According to Salas, public-sector participation in the WTO negotiating process is weak, due to the fact that the government has general positions but no specificity because it does not know what to promote, what to protect and what to reconvert, and no negotiator can hope to succeed without a clear state policy behind him. The only point at which Venezuela had a clear policy line was when it joined GATT, but that line has, in the intervening period, been blurred and lost due to lack of definition and continuity. This is why negotiators have fought for protection, but not for the promotion of Venezuelan agriculture, and Venezuelan producers have made efforts to protect themselves but not to prepare themselves for access to a global economy.
The absence of communications between business associations and the government since 2000, and the latter’s defence of an autarkic position regarding food security — hard to sustain because the government is importing large amounts of food free from tariffs — means that the evolution of the Venezuelan position between 2000 and 2003 was predicated more on ideological than on economic terms. Although the government’s position in the WTO is faultless from the private sector’s point of view because it demands an end to agricultural subsidies in developed countries, it is also uncompromising and thus denies all possibility of negotiation in favour of those Venezuelan agro-food products that may have a chance in the international market (Salas 2004).
At the same time, several contradictions exist in Venezuela’s position at the WTO: it defends special and differential treatment, such as the maintenance of agricultural subsidies for developing nations, but has never gone beyong making declarations and designating rice as a so-called ‘flag sector’ at the beginning of the present administration. Primary producers whose production techniques have become more industrialized have achieved this by means of their own investments, or by integrating themselves with the agro-food industry. The only subsidies rice producers get are indirect (cheap water in certain areas and cheap energy everywhere). Also, by supporting in the WTO the maintenance of developing countries’ agricultural subsidies, Venezuela is supporting nations that are big agricultural producers, and can support those subsidies, to the detriment of its own rice producers which could face competition from subsidized rice from Thailand and India (ibid.).
Without a clear and defined agricultural programme there is no possibility of sustaining a concerted and coherent position, not only in the WTO, but also in regional negotiations. Salas (ibid.) does not see any coherence and/or continuity in agricultural policies, when abrupt changes of technical staff in the ministries risk putting an end to the ‘historical memory’ of negotiation processes. Another important limitation is that the government and the private sector have not sat down to define a development programme for agriculture and the agro-food industry (ibid.). And the situation has been exacerbated since the strike of 2002, after which the government started importing food products with zero tariff — to the detriment even of primary agricultural producers — so that currently Venezuelan food security is being predicated on cheap imports paid for by high oil revenues.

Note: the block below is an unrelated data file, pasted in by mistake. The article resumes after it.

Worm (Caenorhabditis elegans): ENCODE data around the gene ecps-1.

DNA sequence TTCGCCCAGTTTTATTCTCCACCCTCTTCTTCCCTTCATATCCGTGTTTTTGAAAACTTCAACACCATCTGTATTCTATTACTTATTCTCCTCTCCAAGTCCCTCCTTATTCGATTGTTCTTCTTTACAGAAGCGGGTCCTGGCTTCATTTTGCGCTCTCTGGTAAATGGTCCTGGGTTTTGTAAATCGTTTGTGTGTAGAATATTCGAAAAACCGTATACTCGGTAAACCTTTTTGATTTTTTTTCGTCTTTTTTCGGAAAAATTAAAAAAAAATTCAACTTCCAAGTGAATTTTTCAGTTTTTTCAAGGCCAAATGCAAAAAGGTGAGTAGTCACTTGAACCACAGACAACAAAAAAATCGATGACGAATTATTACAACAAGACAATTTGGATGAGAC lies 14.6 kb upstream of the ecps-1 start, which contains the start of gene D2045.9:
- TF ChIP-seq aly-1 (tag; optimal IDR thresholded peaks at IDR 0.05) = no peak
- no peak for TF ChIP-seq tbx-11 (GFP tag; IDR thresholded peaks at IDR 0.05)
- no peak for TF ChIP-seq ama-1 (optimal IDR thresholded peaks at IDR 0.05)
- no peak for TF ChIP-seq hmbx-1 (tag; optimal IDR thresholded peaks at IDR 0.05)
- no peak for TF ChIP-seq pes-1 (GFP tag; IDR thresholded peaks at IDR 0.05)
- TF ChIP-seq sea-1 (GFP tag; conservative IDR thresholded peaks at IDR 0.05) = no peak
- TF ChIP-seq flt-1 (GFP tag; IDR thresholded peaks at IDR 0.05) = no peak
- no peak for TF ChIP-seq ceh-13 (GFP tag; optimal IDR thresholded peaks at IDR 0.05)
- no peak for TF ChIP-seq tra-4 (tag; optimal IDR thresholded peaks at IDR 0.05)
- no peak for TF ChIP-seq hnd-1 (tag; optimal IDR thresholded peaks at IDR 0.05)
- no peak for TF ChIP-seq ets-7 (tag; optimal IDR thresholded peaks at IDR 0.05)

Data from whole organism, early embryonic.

In summary, political, legal and institutional changes after 2000 have had an important effect on Venezuela’s position in commercial negotiations in general, and more specifically in agriculture. In addition to constitutional and legal provisions that do not allow flexible positions, political context and institutional changes have made the negotiation process more difficult, due to the lack of public-public- and public-private-sector co-ordination. The ministries related to commerce and agricultural negotiations (MPC and MAT) have experienced structural and functional changes. Departments and working teams have been reorganized and officials have been rotated or substituted. In a four-year period (2000-04) there have been five ministers of agriculture, five ministers of commerce, five deputy ministers of agriculture, six deputy ministers of commerce, three directors general of agricultural marketing and three directors general of foreign trade. New officials, in general, require training, time to learn about their new posts and experience (especially if they have none previously, as is the case with the majority of the new political appointees), and team co-ordination. In most cases, when taking up their post each high-level official reorganizes tasks and teams, and even sometimes substitutes experienced officials with new ones with no relevant experience but safer in political terms.
Additionally, private-sector participation in the WTO agricultural negotiations seems to have been consistently slight, and has been practically reduced to zero in the last couple of years due to domestic political problems. In the years when private-sector representatives have had access to government negotiators, contacts between them seemed to have been informal (joint participation in workshops and seminars and the circulation of documents and information), and neither public officials nor the sector’s associations have made efforts to institutionalize their co-operation in foreign commercial negotiations. This has not prevented private-sector representatives from blaming the government for any perceived flaw in the outcomes of the WTO process, especially when political polarization has freed them from their usual restraint in relations with the state apparatus.
IV. Lessons for others: the players’ views
From the different interviews conducted it is clear that there are many lessons that could be learned in order to improve Venezuela’s WTO negotiations. We will sketch first the general ones, and afterwards the lessons for the public- and private-sector actors.